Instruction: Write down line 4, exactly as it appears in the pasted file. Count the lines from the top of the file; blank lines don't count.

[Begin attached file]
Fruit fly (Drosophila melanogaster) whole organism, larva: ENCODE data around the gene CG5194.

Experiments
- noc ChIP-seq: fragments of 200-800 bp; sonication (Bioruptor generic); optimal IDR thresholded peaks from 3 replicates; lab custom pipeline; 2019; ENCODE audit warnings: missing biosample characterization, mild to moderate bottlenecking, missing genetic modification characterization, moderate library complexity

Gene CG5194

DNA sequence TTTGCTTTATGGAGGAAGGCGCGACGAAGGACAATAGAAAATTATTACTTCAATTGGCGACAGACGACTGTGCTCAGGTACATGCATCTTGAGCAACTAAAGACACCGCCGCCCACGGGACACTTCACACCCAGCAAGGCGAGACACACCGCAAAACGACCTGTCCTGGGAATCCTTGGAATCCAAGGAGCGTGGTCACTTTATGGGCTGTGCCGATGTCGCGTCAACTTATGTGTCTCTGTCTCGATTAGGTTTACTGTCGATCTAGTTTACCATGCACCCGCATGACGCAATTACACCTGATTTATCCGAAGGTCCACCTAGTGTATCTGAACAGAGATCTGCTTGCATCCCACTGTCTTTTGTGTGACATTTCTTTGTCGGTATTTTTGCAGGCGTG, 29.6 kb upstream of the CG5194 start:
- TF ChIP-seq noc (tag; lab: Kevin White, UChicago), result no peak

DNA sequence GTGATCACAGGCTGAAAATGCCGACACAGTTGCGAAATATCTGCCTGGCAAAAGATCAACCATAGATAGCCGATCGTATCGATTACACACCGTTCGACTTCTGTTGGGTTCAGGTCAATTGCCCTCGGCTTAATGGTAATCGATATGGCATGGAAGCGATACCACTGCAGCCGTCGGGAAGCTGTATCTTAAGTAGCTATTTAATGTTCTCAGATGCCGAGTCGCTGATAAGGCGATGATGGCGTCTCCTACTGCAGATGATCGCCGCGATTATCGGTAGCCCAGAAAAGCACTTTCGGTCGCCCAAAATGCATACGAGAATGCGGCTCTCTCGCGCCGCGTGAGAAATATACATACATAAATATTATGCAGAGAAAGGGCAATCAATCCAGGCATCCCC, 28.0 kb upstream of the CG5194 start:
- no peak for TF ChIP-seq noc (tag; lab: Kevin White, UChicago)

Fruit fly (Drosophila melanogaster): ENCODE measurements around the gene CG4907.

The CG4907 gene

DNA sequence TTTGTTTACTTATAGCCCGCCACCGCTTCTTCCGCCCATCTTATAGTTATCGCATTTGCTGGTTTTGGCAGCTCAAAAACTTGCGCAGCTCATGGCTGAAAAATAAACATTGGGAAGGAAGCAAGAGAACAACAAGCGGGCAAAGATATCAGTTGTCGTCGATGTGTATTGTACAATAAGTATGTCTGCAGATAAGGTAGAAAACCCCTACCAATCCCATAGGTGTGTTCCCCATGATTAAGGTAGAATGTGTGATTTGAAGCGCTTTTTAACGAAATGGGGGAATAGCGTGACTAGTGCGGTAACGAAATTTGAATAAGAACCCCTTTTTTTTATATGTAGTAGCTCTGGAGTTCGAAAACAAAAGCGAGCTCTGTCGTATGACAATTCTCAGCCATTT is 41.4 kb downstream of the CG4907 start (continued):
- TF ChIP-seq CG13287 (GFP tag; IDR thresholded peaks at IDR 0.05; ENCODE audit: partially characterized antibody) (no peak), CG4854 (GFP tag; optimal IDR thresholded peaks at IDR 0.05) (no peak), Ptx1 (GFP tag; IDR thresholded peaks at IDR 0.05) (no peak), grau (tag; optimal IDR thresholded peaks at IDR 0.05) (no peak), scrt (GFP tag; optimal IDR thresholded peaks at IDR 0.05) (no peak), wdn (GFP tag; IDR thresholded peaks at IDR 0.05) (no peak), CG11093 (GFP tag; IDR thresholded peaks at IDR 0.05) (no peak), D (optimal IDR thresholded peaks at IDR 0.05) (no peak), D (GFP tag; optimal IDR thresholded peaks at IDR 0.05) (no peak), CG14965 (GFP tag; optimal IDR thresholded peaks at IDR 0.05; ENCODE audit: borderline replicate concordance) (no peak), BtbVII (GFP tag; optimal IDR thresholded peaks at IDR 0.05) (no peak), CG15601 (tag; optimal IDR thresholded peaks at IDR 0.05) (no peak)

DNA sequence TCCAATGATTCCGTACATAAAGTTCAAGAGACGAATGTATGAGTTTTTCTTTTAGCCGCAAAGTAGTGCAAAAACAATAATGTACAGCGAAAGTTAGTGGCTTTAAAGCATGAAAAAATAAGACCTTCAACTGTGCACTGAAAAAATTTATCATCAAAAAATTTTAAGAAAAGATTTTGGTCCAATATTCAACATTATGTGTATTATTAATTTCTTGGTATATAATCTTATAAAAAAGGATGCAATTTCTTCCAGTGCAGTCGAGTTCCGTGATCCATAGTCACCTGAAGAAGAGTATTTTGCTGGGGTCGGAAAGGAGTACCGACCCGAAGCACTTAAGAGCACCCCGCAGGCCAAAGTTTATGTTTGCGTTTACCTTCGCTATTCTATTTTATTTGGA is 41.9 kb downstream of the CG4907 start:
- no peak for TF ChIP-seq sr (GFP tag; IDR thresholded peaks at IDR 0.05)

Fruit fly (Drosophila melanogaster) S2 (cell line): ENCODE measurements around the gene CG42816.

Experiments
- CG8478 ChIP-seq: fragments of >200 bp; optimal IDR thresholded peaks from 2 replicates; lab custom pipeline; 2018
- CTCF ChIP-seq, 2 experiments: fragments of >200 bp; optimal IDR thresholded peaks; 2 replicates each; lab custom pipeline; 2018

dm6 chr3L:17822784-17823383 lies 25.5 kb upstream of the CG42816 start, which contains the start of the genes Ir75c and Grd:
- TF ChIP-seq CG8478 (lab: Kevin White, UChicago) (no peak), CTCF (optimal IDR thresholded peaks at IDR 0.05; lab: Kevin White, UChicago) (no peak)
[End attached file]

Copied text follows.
Gene CG5194